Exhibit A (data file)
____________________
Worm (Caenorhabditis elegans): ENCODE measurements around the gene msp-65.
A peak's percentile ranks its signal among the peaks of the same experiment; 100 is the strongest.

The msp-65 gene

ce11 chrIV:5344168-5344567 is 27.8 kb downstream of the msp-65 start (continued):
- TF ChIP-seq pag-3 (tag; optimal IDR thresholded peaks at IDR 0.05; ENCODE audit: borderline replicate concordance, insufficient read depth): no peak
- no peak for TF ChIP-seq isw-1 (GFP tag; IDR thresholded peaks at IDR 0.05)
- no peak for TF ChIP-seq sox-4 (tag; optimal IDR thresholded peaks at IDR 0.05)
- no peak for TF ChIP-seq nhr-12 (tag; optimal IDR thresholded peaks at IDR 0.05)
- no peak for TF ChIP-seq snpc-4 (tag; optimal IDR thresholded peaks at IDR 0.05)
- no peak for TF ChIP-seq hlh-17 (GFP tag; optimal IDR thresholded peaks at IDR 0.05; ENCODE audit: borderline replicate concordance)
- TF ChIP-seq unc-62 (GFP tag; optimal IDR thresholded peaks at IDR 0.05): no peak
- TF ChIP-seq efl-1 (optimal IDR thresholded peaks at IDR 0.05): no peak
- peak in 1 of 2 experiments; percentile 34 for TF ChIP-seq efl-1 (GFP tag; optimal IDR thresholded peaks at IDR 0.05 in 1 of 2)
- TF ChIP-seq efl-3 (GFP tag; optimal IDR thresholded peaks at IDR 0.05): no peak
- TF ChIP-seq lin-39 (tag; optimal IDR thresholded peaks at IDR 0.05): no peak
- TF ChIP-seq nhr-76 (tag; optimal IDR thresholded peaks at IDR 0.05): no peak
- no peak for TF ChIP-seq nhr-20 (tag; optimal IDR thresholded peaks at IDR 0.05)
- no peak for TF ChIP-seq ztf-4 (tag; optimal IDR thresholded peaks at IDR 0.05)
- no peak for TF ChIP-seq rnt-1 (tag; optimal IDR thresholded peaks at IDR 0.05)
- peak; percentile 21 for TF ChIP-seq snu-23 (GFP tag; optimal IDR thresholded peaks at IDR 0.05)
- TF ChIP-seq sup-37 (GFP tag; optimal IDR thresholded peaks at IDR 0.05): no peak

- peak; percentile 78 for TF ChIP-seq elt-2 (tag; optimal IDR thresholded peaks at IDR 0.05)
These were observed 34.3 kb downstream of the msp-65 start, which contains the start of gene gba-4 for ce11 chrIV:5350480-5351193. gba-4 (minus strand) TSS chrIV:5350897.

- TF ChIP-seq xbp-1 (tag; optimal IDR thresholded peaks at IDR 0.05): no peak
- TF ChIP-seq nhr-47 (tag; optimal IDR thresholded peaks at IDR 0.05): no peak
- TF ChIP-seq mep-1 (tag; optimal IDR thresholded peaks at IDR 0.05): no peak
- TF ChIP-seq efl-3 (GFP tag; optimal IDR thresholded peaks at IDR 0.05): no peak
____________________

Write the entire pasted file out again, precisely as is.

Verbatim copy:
Worm (Caenorhabditis elegans): ENCODE measurements around the gene msp-65.
A peak's percentile ranks its signal among the peaks of the same experiment; 100 is the strongest.

The msp-65 gene

ce11 chrIV:5344168-5344567 is 27.8 kb downstream of the msp-65 start (continued):
- TF ChIP-seq pag-3 (tag; optimal IDR thresholded peaks at IDR 0.05; ENCODE audit: borderline replicate concordance, insufficient read depth): no peak
- no peak for TF ChIP-seq isw-1 (GFP tag; IDR thresholded peaks at IDR 0.05)
- no peak for TF ChIP-seq sox-4 (tag; optimal IDR thresholded peaks at IDR 0.05)
- no peak for TF ChIP-seq nhr-12 (tag; optimal IDR thresholded peaks at IDR 0.05)
- no peak for TF ChIP-seq snpc-4 (tag; optimal IDR thresholded peaks at IDR 0.05)
- no peak for TF ChIP-seq hlh-17 (GFP tag; optimal IDR thresholded peaks at IDR 0.05; ENCODE audit: borderline replicate concordance)
- TF ChIP-seq unc-62 (GFP tag; optimal IDR thresholded peaks at IDR 0.05): no peak
- TF ChIP-seq efl-1 (optimal IDR thresholded peaks at IDR 0.05): no peak
- peak in 1 of 2 experiments; percentile 34 for TF ChIP-seq efl-1 (GFP tag; optimal IDR thresholded peaks at IDR 0.05 in 1 of 2)
- TF ChIP-seq efl-3 (GFP tag; optimal IDR thresholded peaks at IDR 0.05): no peak
- TF ChIP-seq lin-39 (tag; optimal IDR thresholded peaks at IDR 0.05): no peak
- TF ChIP-seq nhr-76 (tag; optimal IDR thresholded peaks at IDR 0.05): no peak
- no peak for TF ChIP-seq nhr-20 (tag; optimal IDR thresholded peaks at IDR 0.05)
- no peak for TF ChIP-seq ztf-4 (tag; optimal IDR thresholded peaks at IDR 0.05)
- no peak for TF ChIP-seq rnt-1 (tag; optimal IDR thresholded peaks at IDR 0.05)
- peak; percentile 21 for TF ChIP-seq snu-23 (GFP tag; optimal IDR thresholded peaks at IDR 0.05)
- TF ChIP-seq sup-37 (GFP tag; optimal IDR thresholded peaks at IDR 0.05): no peak

- peak; percentile 78 for TF ChIP-seq elt-2 (tag; optimal IDR thresholded peaks at IDR 0.05)
These were observed 34.3 kb downstream of the msp-65 start, which contains the start of gene gba-4 for ce11 chrIV:5350480-5351193. gba-4 (minus strand) TSS chrIV:5350897.

- TF ChIP-seq xbp-1 (tag; optimal IDR thresholded peaks at IDR 0.05): no peak
- TF ChIP-seq nhr-47 (tag; optimal IDR thresholded peaks at IDR 0.05): no peak
- TF ChIP-seq mep-1 (tag; optimal IDR thresholded peaks at IDR 0.05): no peak
- TF ChIP-seq efl-3 (GFP tag; optimal IDR thresholded peaks at IDR 0.05): no peak